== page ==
[This month, we sit down for a quick interview with Jessica Mason. A witch and a lover of cinema, Mason here discusses the Reel Magic podcast; her favorite — and least favorite — cinematic magical tropes; and her upcoming projects.]
ev0ke: How would you describe your personal spiritual path? Does it have a name, or is it more intuitive and eclectic?
Jessica Mason: I would say I am an eclectic polytheist witch. My path has been heavily influenced by Wicca, and I’ve identified as Wiccan in the past, but as my spiritual journey has continued, I’ve found that’s not quite the right term, although it’s certainly easier to use when dealing with non-magical people.
ev0ke: Which Deities, spirits, or other powers are honored in your tradition?
JM: For me, I connect most with deities that resonate with the important aspects of my life. I’m a writer and a person who values creativity, wisdom, and inspiration, so I work closely with and honor Athena with my creative output, as well as Brigid. I’m also a gardener and plant witch, so Demeter and Persephone step in there. In my magickal practice and in connecting with the spirit world, I honor Hecate and the Morrigan.
ev0ke: How did Reel Magic come about? What was the impetus for its creation?
JM: I’ve always been a fan of magical movies, and I’m a huge podcast fan, so last year I had the idea to combine those. There are a lot of great pagan/witchy podcasts, and a lot of great movie and television podcasts, but no one was really combining both so that’s where the idea came: combining my two passions!
ev0ke: You obviously have a deep love of cinema, but, if you could correct one misconception about witches/witchcraft (or eliminate one trope), what would it be? And why?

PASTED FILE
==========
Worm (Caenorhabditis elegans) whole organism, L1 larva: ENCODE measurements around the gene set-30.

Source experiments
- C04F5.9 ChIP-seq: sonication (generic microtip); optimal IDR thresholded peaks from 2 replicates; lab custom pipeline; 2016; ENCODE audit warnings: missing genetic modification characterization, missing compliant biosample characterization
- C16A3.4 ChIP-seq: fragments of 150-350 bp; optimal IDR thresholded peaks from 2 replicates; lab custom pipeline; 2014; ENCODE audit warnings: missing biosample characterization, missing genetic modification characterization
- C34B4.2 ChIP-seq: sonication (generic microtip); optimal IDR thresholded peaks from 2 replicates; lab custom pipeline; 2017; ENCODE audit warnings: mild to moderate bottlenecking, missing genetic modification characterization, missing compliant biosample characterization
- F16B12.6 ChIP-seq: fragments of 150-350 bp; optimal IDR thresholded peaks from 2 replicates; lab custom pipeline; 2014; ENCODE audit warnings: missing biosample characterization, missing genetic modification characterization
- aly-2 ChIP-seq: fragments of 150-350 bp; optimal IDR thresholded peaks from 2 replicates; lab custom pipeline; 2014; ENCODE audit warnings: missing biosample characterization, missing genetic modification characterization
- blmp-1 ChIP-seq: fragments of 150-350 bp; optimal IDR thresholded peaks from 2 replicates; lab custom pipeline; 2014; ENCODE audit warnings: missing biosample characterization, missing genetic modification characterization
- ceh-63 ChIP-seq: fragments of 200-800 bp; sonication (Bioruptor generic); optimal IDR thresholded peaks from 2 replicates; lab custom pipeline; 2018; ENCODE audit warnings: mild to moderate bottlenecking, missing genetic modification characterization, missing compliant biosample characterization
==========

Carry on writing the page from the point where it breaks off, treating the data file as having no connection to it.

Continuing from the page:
JM: I think I’ve had enough of the pagan murder cults in movies like The Wicker Man or Midsommar, though those are both interesting films and Midsommar I like a lot. I don’t enjoy the conflation of paganism with human sacrifice and horror.
ev0ke: Let’s flip around the previous question: what are some of your favorite representations of witches/witchcraft in cinema?
JM: I think I speak for a lot of witches when I say that Practical Magic is one of my favorites because it’s such a comforting and familiar portrayal of the craft. The magic in that movie isn’t evil or scary, it simply is, which is what most of our own magic is like. But I also have a soft spot for over-the-top redheaded witches who don’t care what society says they should be: Winifred, Rowena, Endora … that’s who I want to be when I grow up.
ev0ke: For those who don’t know how podcasts are created, could you walk us through the production? How long does it take to create an episode?
JM: The pandemic has actually made podcasting easier I think, because everyone knows how to use zoom now. I use zoom sessions for interviews and record directly from there, then convert the audio and edit it using software called Audacity. The best thing about Audacity is that it’s free and using it allows me to add in clips and to record intros and outros very easily. I have a good microphone and headphones, which is pretty essential.
ev0ke: Is there a particular television show or movie that you have wanted to tackle in Reel Magic, but just haven’t got to yet? Or a particular topic you have wanted to address?
JM: I’d love to talk about The VVitch, which is such an interesting movie, but I just haven’t had the time yet. It would also be fun to talk about lighter things like Halloweentown or The Worst Witch. I’d also love to talk more about how divination, especially astrology and tarot, are used in media, but there aren’t too many movies or shows that focus on those.
ev0ke: What was perhaps the most interesting tidbit that you learned through doing Reel Magic? Some historical factoid, or piece of cinematic trivia?
JM: The research for my first ever episode on The Wizard of Oz was fascinating, mainly because it revealed that The Wicked Witch of the West was the first-ever G = green (in terms of skin color) witch. That image has become so ubiquitous I think we all assumed there was more behind it, but no. It was just a choice that MGM made because it looked great in technicolor.
ev0ke: Where can listeners find the Reel Magic podcast?
JM: We’re on Podbean, Apple podcast, spotify, google, and pretty much anywhere you find podcasts!
ev0ke: What other projects are you working on?